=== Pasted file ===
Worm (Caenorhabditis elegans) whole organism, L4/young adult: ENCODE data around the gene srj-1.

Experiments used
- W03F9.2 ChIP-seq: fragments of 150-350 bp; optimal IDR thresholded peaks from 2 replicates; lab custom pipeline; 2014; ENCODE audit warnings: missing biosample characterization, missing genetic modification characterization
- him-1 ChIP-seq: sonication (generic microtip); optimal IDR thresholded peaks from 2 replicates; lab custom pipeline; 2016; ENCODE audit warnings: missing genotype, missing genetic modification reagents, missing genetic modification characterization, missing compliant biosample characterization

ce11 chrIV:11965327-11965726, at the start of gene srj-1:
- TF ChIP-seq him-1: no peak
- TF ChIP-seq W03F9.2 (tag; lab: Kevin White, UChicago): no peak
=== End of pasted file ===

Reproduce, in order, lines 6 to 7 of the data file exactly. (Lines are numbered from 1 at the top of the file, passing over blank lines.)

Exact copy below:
- TF ChIP-seq him-1: no peak
- TF ChIP-seq W03F9.2 (tag; lab: Kevin White, UChicago): no peak